Le Nouvel Observateur, the Left-leaning magazine, claimed that the French president had hoped to get his official partner to sign a joint announcement of their separation on Saturday, the day after details of his alleged affair with the actress Julie Gayet were published. According to the magazine Le Point, a friend of Miss Trierweiler said she was in hospital having taken "one pill too many" the night Hollande confirmed the affair in a "cold and implacable" manner. In a state of "deep despair", she woke up on the Friday morning feeling sick and "terribly alone" and asked to be taken to hospital. Le Point quashed the idea that Miss Trierweiler had tried to commit suicide.
It said Hollande had denied involvement with Gayet in the weeks leading up to the publication of photographs in the magazine Closer last Friday. Le Nouvel Observateur reported that, with a crucial press conference scheduled for Tuesday, Hollande, 59, had surmised that an announcement of a clean break with Trierweiler was the "least worst solution".
But by Sunday, he interpreted the news that she would be staying in hospital for the foreseeable future as "dismissing out of hand" his preferred option. She had "not the slightest intention of packing her bags", the magazine reported. Last night Trierweiler broke her silence to contact a radio station from hospital, denying that Hollande had declined to visit her and insisting instead that he had been barred from doing so by doctors. She further added that he had sent her flowers and chocolates, and said that she had not suffered a nervous breakdown but rather "extreme fatigue".
But an Elysee source told RTL radio that the president was "not unhappy" about the orders forbidding him to visit. Paris Match, for which Trierweiler, 48, has long worked, wrote a supportive article saying she had tried hard to "keep the flame" of romance alive with Hollande, but that they had drifted apart because of the strains of the presidency. Le Nouvel Observateur said the supposed "secret affair" with Gayet, 41, had been an open secret for "months".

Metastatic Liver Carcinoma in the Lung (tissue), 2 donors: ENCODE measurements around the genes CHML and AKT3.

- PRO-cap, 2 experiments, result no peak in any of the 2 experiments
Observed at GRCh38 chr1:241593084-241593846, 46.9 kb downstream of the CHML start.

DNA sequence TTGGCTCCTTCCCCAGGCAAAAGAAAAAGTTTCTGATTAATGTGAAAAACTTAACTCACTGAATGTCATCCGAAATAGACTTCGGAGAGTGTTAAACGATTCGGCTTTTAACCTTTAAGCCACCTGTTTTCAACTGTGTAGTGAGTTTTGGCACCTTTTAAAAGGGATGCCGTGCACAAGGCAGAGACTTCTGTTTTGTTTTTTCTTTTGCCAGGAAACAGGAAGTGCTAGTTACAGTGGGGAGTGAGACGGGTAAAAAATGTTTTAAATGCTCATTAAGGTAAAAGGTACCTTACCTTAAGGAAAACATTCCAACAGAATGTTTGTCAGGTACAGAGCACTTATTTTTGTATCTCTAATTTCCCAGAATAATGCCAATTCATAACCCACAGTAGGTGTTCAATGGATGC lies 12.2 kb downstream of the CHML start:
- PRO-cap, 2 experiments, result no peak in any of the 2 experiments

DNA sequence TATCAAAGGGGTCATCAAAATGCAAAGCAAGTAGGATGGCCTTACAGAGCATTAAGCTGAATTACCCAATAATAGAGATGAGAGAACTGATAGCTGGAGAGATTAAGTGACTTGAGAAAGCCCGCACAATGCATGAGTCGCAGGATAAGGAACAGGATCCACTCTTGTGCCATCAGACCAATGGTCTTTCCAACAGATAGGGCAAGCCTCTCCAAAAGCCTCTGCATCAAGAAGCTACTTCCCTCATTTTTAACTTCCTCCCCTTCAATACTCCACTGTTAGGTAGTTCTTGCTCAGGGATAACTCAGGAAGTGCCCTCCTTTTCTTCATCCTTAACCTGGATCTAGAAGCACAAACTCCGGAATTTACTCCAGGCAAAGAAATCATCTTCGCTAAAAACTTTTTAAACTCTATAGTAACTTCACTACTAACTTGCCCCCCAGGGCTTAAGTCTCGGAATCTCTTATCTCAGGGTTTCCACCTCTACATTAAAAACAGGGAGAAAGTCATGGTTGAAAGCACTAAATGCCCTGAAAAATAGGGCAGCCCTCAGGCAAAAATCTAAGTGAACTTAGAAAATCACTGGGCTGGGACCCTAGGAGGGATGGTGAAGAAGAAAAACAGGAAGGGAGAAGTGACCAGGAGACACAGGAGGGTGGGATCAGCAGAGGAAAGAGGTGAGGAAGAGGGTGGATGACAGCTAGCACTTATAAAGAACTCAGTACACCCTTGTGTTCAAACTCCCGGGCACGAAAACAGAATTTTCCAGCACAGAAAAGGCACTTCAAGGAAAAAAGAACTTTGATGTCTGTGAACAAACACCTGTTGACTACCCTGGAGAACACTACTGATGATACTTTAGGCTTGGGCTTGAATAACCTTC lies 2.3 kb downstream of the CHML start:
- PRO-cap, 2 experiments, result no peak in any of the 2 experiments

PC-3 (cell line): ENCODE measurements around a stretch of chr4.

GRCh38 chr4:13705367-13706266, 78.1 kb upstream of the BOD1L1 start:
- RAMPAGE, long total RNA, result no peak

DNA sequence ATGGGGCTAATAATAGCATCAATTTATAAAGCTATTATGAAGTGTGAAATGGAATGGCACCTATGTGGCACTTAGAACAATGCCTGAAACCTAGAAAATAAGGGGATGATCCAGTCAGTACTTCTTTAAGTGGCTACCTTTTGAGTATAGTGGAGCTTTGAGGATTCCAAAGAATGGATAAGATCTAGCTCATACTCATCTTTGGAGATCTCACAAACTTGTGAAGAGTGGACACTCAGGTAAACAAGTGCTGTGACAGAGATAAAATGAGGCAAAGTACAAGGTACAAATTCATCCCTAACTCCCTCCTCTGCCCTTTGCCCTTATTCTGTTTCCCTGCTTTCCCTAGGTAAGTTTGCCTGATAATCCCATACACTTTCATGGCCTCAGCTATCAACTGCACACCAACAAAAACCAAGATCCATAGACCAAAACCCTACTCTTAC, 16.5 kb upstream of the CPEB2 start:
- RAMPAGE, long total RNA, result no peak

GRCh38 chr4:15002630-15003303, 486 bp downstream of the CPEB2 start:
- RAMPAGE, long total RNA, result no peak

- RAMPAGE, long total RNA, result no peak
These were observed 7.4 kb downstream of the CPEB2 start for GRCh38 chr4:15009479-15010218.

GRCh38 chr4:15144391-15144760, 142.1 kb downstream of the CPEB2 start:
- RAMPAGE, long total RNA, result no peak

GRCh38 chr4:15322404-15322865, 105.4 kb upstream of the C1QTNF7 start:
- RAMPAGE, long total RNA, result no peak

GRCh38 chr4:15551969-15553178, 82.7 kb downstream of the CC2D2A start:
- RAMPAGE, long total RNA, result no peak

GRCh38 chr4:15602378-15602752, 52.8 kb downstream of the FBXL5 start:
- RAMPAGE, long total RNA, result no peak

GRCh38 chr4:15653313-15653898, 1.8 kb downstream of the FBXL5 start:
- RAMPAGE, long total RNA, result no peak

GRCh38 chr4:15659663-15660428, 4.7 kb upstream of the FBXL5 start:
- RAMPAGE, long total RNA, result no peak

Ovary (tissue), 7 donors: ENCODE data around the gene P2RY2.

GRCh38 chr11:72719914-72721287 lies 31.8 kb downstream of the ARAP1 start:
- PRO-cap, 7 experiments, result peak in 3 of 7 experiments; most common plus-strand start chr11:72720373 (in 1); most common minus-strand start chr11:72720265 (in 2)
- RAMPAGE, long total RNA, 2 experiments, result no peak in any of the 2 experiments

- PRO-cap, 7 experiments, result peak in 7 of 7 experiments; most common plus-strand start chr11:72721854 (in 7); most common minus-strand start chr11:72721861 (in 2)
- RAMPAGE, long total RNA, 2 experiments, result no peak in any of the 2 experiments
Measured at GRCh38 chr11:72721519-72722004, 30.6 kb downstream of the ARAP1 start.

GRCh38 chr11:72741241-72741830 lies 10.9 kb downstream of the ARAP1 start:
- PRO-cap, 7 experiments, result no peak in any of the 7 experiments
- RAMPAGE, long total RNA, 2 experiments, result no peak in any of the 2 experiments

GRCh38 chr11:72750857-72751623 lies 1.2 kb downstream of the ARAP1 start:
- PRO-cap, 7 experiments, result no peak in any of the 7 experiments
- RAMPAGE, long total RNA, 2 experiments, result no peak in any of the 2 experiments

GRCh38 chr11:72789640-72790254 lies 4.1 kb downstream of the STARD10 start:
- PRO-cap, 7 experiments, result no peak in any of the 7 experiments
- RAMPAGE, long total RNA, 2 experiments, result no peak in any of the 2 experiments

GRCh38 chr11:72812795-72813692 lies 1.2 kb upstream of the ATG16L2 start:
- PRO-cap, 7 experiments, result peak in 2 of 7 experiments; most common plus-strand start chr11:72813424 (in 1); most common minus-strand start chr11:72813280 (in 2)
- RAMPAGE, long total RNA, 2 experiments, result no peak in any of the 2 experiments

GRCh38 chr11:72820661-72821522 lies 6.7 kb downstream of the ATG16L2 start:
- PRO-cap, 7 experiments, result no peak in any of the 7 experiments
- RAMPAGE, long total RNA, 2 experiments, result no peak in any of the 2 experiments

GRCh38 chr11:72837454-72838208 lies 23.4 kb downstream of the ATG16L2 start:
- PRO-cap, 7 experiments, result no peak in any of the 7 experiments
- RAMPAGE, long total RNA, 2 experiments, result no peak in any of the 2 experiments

It said "alarm bells started ringing" as early as August, when Trierweiler flew alone to Greece while the president travelled to Correze, his regional power base in central France, where Gayet was spending her holidays. The reports come as a book on Hollande's presidency - called So Far, So Bad and published this week - said that one of his first questions after taking up office last year was: "How can I get out of here without being seen?"
Another was: "Can I keep on riding my scooter?" The book, by Cecile Amar, a political journalist with Le Journal du Dimanche, also describes Trierweiler's obsession with Segolene Royal, Hollande's ex-partner and mother of his four children, leading to her notorious tweet in support of Royal's Socialist rival in parliamentary elections. Miss Royal later exclaimed in words that appear prophetic: "She would do better to worry about who's next."
Meanwhile, Cecilia Attias, who was Nicolas Sarkozy's wife when he became president in 2007, has called on France to reform the role of first lady, which currently has no legal status. It has created an unclear situation where the first lady has an office funded by taxpayers, but no official budget.
Attias, who left Sarkozy for another man five months after his election, said: "When you elect a man or a woman, there is a partner, and you cannot literally erase them." She said Paris should set up an office of the first lady, as in the US, with a budget and designated staff.